Self-service is coming into baggage handling, too. Not only can passengers key in details of baggage they wish to check – and pay any fees associated with that – through the DCS, but Sky Assist has launched a self-service kiosk for misplaced baggage reporting.

Planning the load

“Load control takes information from check-in to plan the load,” Gallington at Menzies explains. “It knows how many people have checked in, including how many are men, women or children, where they are sitting, what bags they have checked in, and so on. This allows a load plan to be created, so the pilot can sign it off before departure.”

Load planning is now being centralised. This enables one central office to take all passenger, baggage and cargo data and come up with a load plan for any flight departing any airport anywhere in the world.

“We launched in 2007 for Finnair,” says Nick Yeadon, managing director of Air Dispatch, “but we now also work for Air Berlin, El Al, SAS and Qantas. We have dedicated staff working in units in Prague and Warsaw, producing 300,000 load sheets per year. There are electronic links from check-in systems to our load control software. We can calculate how an aircraft should be loaded on the basis of booked passengers and cargo and create a load plan.”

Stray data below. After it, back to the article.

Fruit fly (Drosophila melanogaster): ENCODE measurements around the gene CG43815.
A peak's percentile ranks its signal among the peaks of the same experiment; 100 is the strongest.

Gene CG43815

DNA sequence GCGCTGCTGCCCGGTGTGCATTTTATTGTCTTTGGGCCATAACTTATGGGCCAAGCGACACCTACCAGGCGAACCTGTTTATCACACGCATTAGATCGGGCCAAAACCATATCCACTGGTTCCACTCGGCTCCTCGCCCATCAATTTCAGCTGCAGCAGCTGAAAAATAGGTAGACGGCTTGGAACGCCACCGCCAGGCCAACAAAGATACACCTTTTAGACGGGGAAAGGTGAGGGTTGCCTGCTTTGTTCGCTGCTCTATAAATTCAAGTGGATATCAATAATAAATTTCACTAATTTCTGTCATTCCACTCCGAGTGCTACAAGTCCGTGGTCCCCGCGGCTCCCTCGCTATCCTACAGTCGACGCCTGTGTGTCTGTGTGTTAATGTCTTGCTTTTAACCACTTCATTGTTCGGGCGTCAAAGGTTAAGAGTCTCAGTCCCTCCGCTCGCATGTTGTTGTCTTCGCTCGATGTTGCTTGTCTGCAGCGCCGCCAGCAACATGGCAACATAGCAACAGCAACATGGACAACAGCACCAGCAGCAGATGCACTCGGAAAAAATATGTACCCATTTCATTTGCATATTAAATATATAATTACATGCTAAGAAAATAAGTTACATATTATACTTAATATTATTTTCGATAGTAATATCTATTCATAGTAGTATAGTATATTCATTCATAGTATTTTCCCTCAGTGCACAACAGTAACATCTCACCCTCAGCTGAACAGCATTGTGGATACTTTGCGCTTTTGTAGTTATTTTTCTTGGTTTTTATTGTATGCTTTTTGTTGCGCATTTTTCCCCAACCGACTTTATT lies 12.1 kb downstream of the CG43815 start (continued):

Yeadon goes on: “The benefits of centralised loading for a company with say 50 stations are immense. As load control is our only business, we have staff with the expertise to carry out load planning quickly and efficiently, letting handlers (or airlines) get on with their core business.”